Regatta reminder regarding boat launching at Sullivans

by | 2 Jan 2009 | Regatta 2009 | 0 comments

Launching of small boats participating in regatta 9–11 am
Retrieval 3.30–4.30 pm
Penelope

Trailer Job: While boats can be ‘hand launched’ at Sullivans Bay whenever the park is open, larger craft such as the Mahurangi punt Penelope need to be trailer-launched.

Shortly after the 2009 regatta format was published, park ranger Matthew Williams e-mailed asking that the small boat launching times at Sullivans Bay be included.

The editor is always inordinately grateful for such feedback—it is altogether too easy to miss the bleedin’ obvious.

What is clearly not obvious, to many people familiar with Mahurangi West, is why boats cannot be launched at all times at Sullivans, in the Mahurangi Regional Park.

The question was raised recently in connection with the Rodney District Council’s efforts to address congestion at Ōpahi. This was initially in response to frustration voiced to the council when a vehicle was parked in such a way that part of the dinghy rack could not be accessed.

Over a year has passed with much deliberation, and angst—a proposed layout has been drawn up that includes the removal of a number of indigenous trees planted by Professor Sir Graham Liggins and neighbours, when the road head looked much less-loved than it does today.

Of course there would be no argument about whether one or two trees should be sacrificed to create one or two extra parking spaces, if space had been reserved when the bay was subdivided, in 1962.

But with the subdivision of Jamieson Bay, Ōpahi, the Bullock Track and various ‘bush lot’ subdivisions since, Rodney District Council has failed to provide for boat trailer parking. But rather than be pressured to address this unarguable need, locals invariably look down-harbour: ‘They should allow launching at Sullivans!’

This is not entirely selfishly motivated; the bays other than at Sullivans are shoal. A boat ramp at Sullivans Bay would provide all-tide launching without vehicles needing to drive out across the beach, as at Jamieson Bay and Ōpahi.

But park policy very firmly excludes trailer boat launching at Sullivans, other than on regatta day, and for some very sound reasons:

  • It is highly valued as a tranquil picnic beach
  • It is exposed to easterly weather
  • Boat trailer traffic would compromised the pleasure afforded by the scenic ridge road.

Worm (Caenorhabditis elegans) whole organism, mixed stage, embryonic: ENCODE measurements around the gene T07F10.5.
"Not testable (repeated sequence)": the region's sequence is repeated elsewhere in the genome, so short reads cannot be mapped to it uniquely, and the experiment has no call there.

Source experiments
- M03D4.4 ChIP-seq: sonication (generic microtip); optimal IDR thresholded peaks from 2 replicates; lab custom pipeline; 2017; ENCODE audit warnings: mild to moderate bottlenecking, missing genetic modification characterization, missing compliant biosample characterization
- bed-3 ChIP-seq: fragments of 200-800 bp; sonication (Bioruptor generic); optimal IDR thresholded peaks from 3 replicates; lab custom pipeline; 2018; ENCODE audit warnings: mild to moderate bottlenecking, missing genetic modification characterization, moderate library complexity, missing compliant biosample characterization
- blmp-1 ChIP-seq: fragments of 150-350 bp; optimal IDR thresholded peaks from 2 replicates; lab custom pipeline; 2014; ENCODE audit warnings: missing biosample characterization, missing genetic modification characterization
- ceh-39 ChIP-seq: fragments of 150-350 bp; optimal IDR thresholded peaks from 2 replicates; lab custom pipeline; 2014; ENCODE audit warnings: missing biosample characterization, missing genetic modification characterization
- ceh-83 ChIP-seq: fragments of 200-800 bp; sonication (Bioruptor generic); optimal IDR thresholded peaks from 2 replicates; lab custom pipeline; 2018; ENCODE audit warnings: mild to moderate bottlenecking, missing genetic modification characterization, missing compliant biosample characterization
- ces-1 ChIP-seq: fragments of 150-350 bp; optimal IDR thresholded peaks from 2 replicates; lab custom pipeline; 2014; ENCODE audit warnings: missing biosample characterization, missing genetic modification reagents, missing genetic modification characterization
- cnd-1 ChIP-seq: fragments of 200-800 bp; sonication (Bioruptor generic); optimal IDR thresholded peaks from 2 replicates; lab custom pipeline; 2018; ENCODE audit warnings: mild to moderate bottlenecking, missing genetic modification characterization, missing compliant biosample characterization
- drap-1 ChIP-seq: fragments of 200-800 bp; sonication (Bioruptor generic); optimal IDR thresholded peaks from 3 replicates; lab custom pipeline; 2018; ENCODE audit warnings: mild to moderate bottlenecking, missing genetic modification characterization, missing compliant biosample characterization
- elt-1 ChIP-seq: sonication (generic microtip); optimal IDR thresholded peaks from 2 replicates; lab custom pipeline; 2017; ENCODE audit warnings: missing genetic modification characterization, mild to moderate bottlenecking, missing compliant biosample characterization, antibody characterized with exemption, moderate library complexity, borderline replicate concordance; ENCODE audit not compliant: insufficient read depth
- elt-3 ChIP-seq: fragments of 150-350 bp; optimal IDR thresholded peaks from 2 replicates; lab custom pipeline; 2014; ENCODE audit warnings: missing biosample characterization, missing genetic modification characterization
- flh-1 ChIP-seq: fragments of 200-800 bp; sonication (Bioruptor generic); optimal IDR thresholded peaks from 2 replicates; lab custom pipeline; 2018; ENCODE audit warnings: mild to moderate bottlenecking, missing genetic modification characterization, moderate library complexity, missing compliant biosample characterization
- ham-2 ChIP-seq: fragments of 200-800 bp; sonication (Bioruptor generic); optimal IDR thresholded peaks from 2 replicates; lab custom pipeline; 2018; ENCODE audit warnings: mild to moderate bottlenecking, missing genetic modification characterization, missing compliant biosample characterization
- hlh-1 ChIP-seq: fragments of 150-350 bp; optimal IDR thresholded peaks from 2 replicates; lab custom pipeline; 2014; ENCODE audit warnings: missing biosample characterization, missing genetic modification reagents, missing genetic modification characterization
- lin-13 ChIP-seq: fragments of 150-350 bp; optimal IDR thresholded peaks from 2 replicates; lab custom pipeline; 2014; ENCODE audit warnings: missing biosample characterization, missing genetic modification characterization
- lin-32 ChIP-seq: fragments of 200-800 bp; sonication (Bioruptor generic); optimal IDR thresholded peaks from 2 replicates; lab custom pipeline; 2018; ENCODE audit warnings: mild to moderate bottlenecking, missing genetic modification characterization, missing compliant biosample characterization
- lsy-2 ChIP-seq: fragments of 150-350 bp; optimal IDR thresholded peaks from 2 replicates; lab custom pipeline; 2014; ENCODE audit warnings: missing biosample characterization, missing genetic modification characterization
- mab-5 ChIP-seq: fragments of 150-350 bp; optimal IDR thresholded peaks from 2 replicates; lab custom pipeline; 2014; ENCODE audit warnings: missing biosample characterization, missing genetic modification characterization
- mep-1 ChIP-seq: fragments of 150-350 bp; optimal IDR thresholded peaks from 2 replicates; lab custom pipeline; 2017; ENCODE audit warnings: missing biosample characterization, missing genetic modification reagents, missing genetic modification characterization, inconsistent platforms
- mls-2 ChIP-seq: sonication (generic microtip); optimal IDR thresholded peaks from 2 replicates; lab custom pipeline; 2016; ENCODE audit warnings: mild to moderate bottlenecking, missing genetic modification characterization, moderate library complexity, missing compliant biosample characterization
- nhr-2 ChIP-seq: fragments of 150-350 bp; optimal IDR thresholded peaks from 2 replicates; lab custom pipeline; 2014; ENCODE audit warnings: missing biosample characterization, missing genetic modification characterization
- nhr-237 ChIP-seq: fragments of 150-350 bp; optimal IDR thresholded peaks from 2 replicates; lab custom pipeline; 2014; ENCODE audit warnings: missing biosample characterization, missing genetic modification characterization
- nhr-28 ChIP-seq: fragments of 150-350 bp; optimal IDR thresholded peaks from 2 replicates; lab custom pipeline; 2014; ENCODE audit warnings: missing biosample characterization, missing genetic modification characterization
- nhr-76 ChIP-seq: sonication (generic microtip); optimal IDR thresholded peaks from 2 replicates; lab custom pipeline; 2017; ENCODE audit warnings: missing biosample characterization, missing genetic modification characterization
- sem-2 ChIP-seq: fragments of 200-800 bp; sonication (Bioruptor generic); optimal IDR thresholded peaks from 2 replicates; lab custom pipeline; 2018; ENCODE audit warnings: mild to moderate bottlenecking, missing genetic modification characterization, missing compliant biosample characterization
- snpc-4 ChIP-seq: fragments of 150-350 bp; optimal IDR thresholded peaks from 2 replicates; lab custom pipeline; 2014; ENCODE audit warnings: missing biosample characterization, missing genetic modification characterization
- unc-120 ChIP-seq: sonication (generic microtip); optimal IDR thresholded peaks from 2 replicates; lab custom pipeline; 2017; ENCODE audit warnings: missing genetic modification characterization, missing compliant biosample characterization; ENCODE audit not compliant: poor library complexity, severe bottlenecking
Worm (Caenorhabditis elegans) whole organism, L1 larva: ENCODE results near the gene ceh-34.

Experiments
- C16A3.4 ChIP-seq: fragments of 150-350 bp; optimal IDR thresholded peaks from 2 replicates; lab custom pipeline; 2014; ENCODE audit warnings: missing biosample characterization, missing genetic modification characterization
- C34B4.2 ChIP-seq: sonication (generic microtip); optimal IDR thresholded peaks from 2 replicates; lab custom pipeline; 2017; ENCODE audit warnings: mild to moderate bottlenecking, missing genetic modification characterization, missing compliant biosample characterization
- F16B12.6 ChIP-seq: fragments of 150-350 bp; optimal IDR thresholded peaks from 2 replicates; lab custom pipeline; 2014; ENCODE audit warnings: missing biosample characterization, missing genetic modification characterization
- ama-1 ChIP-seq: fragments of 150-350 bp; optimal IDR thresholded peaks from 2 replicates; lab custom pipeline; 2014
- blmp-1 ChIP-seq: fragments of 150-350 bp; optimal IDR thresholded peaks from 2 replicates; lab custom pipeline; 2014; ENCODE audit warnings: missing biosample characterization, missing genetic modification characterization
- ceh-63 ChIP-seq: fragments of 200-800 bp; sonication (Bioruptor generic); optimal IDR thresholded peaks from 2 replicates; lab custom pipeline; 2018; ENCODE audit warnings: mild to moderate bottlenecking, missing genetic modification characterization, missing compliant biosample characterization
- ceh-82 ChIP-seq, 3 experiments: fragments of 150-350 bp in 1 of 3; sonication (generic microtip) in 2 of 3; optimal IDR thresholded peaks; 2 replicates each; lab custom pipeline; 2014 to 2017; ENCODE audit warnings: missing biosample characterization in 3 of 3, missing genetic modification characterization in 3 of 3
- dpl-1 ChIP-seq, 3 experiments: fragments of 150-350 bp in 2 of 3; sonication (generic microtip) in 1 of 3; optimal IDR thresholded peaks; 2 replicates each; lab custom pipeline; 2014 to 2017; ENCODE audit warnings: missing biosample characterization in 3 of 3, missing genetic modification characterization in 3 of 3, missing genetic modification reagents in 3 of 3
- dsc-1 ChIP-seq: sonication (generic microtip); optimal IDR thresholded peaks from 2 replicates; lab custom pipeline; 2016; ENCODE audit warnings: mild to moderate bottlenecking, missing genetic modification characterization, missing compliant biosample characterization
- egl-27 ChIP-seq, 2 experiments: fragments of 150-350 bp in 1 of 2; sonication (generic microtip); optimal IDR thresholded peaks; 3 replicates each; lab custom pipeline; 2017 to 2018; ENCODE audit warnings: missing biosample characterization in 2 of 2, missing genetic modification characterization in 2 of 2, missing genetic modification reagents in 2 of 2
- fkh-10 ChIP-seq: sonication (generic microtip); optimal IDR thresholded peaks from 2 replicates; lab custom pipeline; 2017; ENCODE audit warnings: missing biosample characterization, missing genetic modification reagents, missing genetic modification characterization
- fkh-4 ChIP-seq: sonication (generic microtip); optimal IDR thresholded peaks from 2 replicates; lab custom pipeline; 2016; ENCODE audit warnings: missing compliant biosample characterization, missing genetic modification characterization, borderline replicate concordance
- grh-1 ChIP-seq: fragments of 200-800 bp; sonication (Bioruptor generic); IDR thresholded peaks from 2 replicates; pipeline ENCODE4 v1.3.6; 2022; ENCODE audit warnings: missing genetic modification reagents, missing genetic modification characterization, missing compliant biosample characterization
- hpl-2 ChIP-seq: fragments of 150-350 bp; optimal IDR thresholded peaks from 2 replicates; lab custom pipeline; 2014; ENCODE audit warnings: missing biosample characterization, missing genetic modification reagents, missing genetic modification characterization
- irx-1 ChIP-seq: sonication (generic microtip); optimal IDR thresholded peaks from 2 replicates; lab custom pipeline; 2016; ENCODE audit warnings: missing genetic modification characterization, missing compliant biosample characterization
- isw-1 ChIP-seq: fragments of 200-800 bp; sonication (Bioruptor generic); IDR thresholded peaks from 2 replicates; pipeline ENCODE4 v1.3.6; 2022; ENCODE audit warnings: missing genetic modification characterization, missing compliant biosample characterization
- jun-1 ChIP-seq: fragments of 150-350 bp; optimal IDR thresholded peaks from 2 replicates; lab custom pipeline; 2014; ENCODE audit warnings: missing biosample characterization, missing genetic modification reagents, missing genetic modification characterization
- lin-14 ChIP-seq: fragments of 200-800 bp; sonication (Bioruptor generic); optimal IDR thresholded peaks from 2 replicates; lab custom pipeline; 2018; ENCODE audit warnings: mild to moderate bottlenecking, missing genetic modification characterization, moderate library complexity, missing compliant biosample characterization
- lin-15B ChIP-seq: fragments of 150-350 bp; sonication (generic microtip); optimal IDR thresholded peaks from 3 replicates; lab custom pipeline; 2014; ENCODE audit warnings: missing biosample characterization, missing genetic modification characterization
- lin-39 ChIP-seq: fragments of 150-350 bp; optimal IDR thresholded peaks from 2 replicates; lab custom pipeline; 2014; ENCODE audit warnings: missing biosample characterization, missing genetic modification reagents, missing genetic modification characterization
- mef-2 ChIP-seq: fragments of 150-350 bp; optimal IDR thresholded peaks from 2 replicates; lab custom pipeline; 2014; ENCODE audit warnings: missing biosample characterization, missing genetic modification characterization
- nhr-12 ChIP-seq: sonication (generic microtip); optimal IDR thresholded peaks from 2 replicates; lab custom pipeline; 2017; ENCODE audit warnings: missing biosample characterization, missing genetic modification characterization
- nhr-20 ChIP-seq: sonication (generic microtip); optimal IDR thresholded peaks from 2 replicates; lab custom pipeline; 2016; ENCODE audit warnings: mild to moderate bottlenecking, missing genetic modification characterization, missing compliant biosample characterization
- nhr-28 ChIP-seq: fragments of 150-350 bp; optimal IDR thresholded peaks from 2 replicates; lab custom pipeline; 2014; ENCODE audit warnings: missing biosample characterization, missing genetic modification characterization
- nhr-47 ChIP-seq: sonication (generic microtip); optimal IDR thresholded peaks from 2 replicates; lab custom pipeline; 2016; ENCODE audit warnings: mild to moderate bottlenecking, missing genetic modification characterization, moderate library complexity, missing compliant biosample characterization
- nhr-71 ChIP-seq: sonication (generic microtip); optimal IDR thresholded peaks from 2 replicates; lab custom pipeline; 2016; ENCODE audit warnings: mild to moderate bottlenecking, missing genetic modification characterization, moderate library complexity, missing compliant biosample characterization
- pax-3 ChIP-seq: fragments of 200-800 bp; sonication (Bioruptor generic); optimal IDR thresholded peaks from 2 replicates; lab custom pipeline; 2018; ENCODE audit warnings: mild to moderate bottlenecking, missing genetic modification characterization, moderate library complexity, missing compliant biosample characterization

There is no doubt that was a launching ramp built at Sullivans Bay, an enormous amount of boat launching traffic would be generated—it would be the closest launching point to the end of the motorway, after all.

The regional council is almost certain to resist all efforts by locals or the district council to have Sullivans given over to boat launching because it would not be the best of the bay, but there is another equally valid reason to uphold the present policy: there are better options elsewhere at Mahurangi West.

There is a silver bullet solution, but even as silver bullets go, this could be costly on the public purse, particularly if it were imposed under the public works act. The location was first suggested to the council as part of the Rodney District Plan 2000 process, but was raised independently at the last Ōpahi meeting. It involves making the private road to the Huawai Bay oyster depot public, acquiring land for parking and re-dredging the channel, which was created by Rupert Berger in the early 1970s.

Now all this would be all too expensive for Rodney District Council if it were imposed upon the current property holders. But the scheme would have the potential for retiring some steep erodible land from grazing by beef cattle, in favour of restoration the indigenous forest. The cost could be absorbed by the sale of some residential sites, carefully designed and controlled so as to reduce visual impact on the harbourscape.

But even with this silver bullet solution, the district council should be planning long-term to acquire land at Jamieson Bay, Ōpahi, the Bullock Track and in the Pukapuka inlet, to improve access to the harbour. The perfect property at Ōpahi is currently for sale. Let as holiday accommodation for the next couple of decades—by which time it would be beyond its design life—the acquisition would almost pay for itself.

At Jamieson Bay, properties are being marketed on a regular basis. Long-term, it shouldn’t be impossibly challenging to ultimately add the circa 1864 Jamieson homestead site to the esplanade reserve, which was diminished in width to accommodate Govan Jamieson’s building, extant when the bay was subdivided, but for not long after.

In the Pukapuka, the public is denied access to a strategic esplanade reserve—close alongside the main channel, navigable on most states of the tide—for the want of the purchase of a scrap of land, which a kid could jump across.

So if you are a small boat owner launching at Sullivans Bay on regatta day, rather than berate the ranger, or park policy, you may consider contacting Rodney District Council to encourage it to do some long-term planning.

Sullivans is sublime, and inviolate in respect to launching ramps.

And as for Ōpahi: It’s not perfect, but it’s fine, for now.

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